Ciena Loses Out on MEN Deferrals
The vendor reported fiscal second-quarter revenues that included just $53.5 million from the former Nortel unit, with Ciena saying it was unable to recognize deferred revenues that, if the MEN acquisition hadn't taken place, would have shown up on Nortel's top line. (See Ciena's Q2 Let Down by MEN.)
CFO Jim Moylan noted on Wednesday's earnings call that Ciena can only recognize revenues from products that it has shipped, and that, in total, there is $90 million of deferred revenues from the MEN division that it won't see, $38 million of which fell into the three-month period just reported.
That means there's a further $52 million of MEN proceeds that Ciena can't recognize to come in the next two reported quarters -- more than the company had anticipated.
Ciena CEO Gary Smith, though, was at pains to point out that the MEN business is stable, and that "customer sentiment" toward the former Nortel division, now that it's safely in Ciena's arms, is "very positive."
He also suggested that a lack of understanding among non-North American customers about Nortel's ability to trade while under bankruptcy protection had also been holding back orders. That, though, is no longer an issue, and Smith is confident that what's left of MEN -- the Metro Ethernet Routing Switch (MERS) 8600, for example, is not being developed further -- will "absolutely grow." (See Ciena/Nortel Product Plans Revealed.)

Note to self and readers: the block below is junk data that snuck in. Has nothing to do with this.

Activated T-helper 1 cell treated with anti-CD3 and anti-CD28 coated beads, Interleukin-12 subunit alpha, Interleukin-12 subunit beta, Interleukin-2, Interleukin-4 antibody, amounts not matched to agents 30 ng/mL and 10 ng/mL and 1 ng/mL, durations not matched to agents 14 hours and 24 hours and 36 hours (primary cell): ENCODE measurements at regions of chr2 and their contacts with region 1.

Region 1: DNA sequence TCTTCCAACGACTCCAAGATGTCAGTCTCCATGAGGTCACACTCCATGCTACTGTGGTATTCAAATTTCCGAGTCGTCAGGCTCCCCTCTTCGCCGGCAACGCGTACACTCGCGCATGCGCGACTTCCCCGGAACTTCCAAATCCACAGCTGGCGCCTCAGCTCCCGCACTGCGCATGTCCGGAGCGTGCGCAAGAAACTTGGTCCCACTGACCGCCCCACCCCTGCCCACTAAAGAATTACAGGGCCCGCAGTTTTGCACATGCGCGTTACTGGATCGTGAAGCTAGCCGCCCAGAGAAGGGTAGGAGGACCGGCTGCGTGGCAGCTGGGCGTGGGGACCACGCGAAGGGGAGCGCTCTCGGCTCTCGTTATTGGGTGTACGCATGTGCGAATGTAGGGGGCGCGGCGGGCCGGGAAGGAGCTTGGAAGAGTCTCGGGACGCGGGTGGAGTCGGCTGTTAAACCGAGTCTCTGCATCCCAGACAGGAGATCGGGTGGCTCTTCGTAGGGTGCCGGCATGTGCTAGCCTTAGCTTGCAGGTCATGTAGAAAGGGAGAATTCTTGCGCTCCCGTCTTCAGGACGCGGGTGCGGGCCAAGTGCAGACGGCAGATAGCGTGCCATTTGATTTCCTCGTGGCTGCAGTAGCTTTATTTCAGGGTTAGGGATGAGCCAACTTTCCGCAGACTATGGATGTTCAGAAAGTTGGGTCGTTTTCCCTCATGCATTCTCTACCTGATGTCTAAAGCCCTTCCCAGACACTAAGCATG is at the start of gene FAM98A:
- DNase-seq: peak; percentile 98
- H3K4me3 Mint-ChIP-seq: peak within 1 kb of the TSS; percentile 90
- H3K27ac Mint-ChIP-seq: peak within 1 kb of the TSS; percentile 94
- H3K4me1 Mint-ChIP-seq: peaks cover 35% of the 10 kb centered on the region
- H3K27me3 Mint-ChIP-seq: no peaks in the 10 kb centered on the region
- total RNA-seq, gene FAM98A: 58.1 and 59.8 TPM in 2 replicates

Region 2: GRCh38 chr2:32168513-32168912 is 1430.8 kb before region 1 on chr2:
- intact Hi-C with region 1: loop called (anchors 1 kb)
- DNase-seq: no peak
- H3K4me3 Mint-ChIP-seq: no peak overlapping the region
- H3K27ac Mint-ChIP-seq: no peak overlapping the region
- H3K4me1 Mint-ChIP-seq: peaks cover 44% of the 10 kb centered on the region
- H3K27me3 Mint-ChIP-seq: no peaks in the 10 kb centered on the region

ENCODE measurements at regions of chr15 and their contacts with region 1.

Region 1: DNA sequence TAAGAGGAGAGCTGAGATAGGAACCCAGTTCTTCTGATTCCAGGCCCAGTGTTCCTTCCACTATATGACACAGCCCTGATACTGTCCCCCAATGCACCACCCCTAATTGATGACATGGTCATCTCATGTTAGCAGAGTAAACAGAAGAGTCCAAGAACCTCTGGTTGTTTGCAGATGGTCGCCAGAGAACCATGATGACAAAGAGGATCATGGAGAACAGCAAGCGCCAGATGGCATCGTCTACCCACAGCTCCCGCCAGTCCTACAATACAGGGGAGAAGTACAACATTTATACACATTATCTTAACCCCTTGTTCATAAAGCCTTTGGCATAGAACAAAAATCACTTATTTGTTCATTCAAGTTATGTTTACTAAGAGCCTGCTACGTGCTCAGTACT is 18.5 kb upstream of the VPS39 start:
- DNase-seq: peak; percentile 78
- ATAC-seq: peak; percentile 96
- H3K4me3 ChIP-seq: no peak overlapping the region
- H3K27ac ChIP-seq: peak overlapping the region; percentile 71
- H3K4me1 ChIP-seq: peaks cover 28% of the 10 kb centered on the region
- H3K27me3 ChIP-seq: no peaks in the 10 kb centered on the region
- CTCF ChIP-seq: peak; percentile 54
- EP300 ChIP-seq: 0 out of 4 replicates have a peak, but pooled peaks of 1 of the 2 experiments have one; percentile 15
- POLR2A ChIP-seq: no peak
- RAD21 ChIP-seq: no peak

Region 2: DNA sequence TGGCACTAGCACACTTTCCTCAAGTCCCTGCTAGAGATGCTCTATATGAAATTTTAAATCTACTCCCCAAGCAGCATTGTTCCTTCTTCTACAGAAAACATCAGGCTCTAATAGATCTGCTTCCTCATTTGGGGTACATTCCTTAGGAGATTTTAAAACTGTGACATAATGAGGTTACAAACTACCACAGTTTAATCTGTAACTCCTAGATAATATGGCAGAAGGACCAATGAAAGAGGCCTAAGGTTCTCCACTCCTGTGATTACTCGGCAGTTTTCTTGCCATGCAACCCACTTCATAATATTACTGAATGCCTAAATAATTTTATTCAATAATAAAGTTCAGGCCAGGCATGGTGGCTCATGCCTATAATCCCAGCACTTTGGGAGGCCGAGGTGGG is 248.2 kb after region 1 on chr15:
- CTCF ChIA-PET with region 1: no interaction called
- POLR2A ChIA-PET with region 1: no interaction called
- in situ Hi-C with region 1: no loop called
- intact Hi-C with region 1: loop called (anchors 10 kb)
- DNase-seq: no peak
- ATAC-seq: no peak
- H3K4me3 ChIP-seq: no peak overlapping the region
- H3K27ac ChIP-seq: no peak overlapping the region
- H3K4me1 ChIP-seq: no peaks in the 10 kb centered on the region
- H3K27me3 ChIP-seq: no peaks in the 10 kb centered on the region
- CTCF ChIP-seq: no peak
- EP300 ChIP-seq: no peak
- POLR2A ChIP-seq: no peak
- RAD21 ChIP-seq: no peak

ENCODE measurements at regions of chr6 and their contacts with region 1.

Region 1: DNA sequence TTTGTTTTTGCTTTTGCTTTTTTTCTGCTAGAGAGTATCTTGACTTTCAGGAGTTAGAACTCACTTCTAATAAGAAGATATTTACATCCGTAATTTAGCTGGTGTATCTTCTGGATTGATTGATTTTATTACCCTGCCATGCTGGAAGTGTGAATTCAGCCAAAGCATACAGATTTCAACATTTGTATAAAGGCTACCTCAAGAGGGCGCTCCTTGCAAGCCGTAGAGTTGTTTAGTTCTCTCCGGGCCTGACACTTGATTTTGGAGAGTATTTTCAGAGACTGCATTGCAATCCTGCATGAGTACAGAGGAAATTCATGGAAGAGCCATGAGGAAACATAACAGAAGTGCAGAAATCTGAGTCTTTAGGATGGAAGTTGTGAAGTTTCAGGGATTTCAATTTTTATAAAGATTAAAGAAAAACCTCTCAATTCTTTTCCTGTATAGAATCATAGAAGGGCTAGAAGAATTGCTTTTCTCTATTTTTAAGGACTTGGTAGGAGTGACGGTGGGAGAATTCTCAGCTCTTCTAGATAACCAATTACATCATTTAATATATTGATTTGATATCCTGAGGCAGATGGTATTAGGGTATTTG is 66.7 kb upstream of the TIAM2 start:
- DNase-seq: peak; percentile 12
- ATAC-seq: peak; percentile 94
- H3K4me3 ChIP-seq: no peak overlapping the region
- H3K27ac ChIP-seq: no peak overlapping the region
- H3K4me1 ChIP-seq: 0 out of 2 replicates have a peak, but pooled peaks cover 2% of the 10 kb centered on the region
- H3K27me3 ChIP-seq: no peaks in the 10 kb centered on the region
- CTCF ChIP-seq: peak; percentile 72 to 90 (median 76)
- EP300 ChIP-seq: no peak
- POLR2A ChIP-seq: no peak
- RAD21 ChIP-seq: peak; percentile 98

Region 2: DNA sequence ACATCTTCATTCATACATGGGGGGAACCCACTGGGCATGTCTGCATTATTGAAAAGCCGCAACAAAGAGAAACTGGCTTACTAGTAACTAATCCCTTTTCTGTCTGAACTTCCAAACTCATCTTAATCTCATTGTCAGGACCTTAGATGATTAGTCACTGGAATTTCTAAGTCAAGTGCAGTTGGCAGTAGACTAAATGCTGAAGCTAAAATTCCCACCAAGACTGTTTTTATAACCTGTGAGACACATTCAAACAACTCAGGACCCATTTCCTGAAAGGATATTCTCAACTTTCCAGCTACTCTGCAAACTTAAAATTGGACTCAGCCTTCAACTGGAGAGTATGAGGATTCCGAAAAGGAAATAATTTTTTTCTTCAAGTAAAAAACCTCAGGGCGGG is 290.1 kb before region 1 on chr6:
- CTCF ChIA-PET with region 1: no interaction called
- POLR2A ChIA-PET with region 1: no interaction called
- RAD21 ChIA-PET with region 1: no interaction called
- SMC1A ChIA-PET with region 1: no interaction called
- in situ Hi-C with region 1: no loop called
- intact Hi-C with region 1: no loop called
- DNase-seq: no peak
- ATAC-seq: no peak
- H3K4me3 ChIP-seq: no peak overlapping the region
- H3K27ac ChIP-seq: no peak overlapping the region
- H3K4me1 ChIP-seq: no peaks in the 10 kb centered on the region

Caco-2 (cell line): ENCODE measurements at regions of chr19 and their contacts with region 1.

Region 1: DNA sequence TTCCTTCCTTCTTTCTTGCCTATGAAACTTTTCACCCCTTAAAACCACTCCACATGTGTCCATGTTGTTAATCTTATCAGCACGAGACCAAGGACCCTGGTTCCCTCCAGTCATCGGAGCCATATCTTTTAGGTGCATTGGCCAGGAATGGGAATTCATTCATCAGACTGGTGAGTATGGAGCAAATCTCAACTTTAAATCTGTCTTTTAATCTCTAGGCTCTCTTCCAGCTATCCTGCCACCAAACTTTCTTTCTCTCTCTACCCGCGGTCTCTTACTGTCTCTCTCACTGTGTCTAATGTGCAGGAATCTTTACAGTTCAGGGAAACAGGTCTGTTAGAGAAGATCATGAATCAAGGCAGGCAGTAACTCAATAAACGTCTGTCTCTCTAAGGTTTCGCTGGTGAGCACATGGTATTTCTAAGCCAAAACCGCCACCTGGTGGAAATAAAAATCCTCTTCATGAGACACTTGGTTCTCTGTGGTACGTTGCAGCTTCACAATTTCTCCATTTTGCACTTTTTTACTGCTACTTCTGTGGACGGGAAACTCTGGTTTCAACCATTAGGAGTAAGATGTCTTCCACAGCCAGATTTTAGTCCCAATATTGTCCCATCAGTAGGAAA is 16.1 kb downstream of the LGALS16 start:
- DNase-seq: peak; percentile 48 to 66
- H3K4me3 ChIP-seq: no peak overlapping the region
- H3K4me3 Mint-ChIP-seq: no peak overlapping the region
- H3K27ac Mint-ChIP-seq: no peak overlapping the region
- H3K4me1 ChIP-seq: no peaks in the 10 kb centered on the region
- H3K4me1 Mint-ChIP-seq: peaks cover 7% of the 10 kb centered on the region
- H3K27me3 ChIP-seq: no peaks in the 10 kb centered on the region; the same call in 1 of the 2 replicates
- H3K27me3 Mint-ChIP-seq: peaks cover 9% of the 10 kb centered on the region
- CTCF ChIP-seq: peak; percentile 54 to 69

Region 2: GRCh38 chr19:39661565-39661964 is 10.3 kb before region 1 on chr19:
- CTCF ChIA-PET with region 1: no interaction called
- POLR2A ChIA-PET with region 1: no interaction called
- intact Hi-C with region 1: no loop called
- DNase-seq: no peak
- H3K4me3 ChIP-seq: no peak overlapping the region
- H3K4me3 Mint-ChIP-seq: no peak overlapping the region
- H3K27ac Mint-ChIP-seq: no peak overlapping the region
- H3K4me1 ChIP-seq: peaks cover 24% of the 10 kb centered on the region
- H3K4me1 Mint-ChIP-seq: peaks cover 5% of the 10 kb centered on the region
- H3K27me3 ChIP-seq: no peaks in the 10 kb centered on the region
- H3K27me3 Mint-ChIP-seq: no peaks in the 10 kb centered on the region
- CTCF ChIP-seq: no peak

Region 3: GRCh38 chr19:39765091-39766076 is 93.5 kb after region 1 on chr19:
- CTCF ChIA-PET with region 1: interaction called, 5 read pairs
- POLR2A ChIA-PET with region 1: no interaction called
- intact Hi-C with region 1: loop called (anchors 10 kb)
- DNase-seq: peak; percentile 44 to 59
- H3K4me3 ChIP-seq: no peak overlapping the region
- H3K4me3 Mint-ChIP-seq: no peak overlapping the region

Growth (for the whole portfolio) will take longer to come in Europe, where the market is "still volatile," and where Ciena is cutting around 130 staff. North America, though, is going from strength to strength, while Asia/Pacific and Central and Latin America (CALA) are showing signs of some pick-up, said Smith.
But doubts persist about whether Ciena can make a real success of the acquisition. Jefferies & Co. Inc. analyst George Notter still believes Ciena will struggle to generate the savings it needs, and doesn't see the MEN business generating $1 billion in annual sales during the next few years. In 2009, when Nortel was in bankruptcy protection and the business was in free fall, the MEN division managed annual revenues of $1.18 billion.
— Ray Le Maistre, International Managing Editor, Light Reading